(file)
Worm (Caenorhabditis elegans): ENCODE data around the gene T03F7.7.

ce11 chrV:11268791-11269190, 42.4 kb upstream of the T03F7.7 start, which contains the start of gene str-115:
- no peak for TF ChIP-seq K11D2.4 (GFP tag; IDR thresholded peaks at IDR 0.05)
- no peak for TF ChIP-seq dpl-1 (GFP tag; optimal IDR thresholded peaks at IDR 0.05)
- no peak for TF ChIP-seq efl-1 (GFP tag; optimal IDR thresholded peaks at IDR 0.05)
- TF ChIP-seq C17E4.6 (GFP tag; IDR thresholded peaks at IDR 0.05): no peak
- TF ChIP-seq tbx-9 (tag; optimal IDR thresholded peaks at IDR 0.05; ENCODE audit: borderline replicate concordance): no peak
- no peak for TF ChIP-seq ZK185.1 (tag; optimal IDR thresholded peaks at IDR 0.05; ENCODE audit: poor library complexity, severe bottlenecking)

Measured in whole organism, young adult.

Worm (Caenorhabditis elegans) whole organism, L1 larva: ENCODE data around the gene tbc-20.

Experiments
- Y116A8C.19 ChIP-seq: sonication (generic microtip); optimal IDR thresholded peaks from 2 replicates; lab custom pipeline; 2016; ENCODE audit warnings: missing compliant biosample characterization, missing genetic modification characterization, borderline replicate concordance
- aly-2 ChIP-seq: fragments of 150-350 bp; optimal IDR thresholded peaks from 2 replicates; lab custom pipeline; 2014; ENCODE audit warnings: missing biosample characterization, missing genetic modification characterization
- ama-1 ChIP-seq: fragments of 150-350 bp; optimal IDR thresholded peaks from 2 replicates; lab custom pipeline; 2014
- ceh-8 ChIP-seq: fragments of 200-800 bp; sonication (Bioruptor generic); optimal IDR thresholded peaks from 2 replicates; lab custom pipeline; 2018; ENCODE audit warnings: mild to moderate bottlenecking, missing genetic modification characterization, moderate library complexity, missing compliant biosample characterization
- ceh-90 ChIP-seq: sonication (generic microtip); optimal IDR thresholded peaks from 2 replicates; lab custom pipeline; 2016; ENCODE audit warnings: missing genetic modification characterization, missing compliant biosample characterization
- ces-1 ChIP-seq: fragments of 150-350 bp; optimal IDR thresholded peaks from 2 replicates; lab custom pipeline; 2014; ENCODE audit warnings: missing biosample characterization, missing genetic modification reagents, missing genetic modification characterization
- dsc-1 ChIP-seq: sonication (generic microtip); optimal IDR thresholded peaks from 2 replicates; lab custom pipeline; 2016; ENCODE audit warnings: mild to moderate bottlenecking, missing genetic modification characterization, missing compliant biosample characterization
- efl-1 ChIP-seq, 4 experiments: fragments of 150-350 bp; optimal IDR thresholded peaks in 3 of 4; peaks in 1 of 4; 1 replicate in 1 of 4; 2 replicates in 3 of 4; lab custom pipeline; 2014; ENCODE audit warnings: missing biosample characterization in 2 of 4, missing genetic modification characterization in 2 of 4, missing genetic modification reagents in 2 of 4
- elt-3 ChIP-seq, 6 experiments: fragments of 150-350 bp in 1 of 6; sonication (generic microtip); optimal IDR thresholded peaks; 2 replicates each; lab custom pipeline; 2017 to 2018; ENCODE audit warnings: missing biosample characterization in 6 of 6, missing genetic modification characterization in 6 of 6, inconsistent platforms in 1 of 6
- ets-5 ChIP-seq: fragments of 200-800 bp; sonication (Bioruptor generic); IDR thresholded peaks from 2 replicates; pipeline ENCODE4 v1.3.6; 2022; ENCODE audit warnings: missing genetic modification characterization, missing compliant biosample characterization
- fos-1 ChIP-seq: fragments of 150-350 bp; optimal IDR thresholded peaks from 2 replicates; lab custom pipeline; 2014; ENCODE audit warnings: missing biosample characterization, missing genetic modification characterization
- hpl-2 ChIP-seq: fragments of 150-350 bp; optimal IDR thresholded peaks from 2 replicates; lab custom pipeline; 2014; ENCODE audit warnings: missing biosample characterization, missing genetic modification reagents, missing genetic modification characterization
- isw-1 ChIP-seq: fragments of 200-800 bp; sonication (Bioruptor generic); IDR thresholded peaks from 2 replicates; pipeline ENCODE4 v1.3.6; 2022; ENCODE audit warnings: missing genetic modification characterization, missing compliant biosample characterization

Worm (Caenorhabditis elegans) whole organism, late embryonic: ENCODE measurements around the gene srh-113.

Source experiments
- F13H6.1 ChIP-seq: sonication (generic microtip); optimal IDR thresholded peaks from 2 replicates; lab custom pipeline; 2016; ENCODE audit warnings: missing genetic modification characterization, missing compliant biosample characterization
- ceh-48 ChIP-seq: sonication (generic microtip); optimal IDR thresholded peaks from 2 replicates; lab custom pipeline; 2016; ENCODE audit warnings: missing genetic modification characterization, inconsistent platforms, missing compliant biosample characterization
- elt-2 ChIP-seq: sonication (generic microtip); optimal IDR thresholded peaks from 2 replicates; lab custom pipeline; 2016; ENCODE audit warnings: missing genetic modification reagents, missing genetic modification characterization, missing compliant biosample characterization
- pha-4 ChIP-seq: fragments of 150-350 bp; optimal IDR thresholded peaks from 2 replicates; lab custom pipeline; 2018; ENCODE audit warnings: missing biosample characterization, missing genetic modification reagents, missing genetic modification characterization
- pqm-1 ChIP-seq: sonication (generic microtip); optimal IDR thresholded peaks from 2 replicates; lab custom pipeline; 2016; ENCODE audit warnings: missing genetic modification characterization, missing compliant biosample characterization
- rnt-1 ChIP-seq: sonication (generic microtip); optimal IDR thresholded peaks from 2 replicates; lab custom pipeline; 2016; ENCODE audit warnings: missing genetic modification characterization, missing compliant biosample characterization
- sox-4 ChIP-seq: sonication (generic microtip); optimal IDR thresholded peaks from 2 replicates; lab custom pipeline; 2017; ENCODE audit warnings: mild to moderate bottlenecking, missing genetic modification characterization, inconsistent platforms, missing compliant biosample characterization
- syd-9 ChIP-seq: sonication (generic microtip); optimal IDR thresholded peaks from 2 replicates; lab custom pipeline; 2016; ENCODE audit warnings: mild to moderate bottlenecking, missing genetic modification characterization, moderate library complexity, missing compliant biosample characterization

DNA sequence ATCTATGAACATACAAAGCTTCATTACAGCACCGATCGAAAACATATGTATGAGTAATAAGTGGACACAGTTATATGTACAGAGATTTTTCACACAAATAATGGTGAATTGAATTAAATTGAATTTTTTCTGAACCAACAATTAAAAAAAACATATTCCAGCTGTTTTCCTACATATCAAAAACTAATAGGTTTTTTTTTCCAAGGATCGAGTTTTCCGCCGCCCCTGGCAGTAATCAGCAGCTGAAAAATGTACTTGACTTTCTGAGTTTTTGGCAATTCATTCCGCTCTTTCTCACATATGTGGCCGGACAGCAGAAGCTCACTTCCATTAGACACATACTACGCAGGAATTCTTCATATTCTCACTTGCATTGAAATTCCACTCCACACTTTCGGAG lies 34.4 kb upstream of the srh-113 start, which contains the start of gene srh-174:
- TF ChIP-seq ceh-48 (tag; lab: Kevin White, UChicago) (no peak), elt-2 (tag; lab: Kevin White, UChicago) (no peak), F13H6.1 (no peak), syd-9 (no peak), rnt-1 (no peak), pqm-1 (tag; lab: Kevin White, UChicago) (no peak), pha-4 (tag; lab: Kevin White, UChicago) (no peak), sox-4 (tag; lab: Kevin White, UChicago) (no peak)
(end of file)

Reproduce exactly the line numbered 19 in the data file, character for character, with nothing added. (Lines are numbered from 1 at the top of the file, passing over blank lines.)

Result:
- efl-1 ChIP-seq, 4 experiments: fragments of 150-350 bp; optimal IDR thresholded peaks in 3 of 4; peaks in 1 of 4; 1 replicate in 1 of 4; 2 replicates in 3 of 4; lab custom pipeline; 2014; ENCODE audit warnings: missing biosample characterization in 2 of 4, missing genetic modification characterization in 2 of 4, missing genetic modification reagents in 2 of 4